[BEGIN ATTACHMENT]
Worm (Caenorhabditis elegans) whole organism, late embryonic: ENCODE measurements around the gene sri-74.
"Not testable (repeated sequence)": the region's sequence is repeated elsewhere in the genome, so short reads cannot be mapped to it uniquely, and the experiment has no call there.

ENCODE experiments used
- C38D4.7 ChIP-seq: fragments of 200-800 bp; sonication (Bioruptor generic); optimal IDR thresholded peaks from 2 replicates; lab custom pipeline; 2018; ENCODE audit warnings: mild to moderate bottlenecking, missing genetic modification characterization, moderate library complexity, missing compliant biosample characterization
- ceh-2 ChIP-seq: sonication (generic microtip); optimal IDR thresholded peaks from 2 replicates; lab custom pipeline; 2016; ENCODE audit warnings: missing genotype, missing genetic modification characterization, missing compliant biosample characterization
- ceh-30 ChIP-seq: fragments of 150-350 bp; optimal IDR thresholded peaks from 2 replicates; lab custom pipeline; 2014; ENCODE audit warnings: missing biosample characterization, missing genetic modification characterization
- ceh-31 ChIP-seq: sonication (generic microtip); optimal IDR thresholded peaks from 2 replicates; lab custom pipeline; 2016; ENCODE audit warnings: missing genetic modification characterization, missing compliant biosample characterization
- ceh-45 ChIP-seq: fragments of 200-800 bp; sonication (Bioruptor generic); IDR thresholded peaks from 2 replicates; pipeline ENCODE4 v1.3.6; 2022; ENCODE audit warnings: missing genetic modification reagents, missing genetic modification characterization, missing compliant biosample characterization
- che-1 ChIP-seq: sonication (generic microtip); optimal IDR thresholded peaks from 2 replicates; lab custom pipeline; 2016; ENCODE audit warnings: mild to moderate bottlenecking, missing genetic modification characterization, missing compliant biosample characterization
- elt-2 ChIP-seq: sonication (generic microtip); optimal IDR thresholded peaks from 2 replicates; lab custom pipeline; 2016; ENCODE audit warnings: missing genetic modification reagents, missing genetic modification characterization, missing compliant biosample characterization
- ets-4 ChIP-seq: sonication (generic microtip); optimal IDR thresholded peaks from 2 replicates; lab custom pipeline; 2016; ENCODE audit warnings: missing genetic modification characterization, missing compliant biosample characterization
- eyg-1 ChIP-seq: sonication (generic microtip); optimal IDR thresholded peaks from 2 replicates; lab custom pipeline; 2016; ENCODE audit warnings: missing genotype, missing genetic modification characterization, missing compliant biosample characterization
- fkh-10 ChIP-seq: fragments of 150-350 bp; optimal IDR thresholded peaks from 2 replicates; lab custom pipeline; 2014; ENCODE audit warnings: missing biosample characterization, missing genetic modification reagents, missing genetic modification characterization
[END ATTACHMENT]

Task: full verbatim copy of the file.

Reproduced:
Worm (Caenorhabditis elegans) whole organism, late embryonic: ENCODE measurements around the gene sri-74.
"Not testable (repeated sequence)": the region's sequence is repeated elsewhere in the genome, so short reads cannot be mapped to it uniquely, and the experiment has no call there.

ENCODE experiments used
- C38D4.7 ChIP-seq: fragments of 200-800 bp; sonication (Bioruptor generic); optimal IDR thresholded peaks from 2 replicates; lab custom pipeline; 2018; ENCODE audit warnings: mild to moderate bottlenecking, missing genetic modification characterization, moderate library complexity, missing compliant biosample characterization
- ceh-2 ChIP-seq: sonication (generic microtip); optimal IDR thresholded peaks from 2 replicates; lab custom pipeline; 2016; ENCODE audit warnings: missing genotype, missing genetic modification characterization, missing compliant biosample characterization
- ceh-30 ChIP-seq: fragments of 150-350 bp; optimal IDR thresholded peaks from 2 replicates; lab custom pipeline; 2014; ENCODE audit warnings: missing biosample characterization, missing genetic modification characterization
- ceh-31 ChIP-seq: sonication (generic microtip); optimal IDR thresholded peaks from 2 replicates; lab custom pipeline; 2016; ENCODE audit warnings: missing genetic modification characterization, missing compliant biosample characterization
- ceh-45 ChIP-seq: fragments of 200-800 bp; sonication (Bioruptor generic); IDR thresholded peaks from 2 replicates; pipeline ENCODE4 v1.3.6; 2022; ENCODE audit warnings: missing genetic modification reagents, missing genetic modification characterization, missing compliant biosample characterization
- che-1 ChIP-seq: sonication (generic microtip); optimal IDR thresholded peaks from 2 replicates; lab custom pipeline; 2016; ENCODE audit warnings: mild to moderate bottlenecking, missing genetic modification characterization, missing compliant biosample characterization
- elt-2 ChIP-seq: sonication (generic microtip); optimal IDR thresholded peaks from 2 replicates; lab custom pipeline; 2016; ENCODE audit warnings: missing genetic modification reagents, missing genetic modification characterization, missing compliant biosample characterization
- ets-4 ChIP-seq: sonication (generic microtip); optimal IDR thresholded peaks from 2 replicates; lab custom pipeline; 2016; ENCODE audit warnings: missing genetic modification characterization, missing compliant biosample characterization
- eyg-1 ChIP-seq: sonication (generic microtip); optimal IDR thresholded peaks from 2 replicates; lab custom pipeline; 2016; ENCODE audit warnings: missing genotype, missing genetic modification characterization, missing compliant biosample characterization
- fkh-10 ChIP-seq: fragments of 150-350 bp; optimal IDR thresholded peaks from 2 replicates; lab custom pipeline; 2014; ENCODE audit warnings: missing biosample characterization, missing genetic modification reagents, missing genetic modification characterization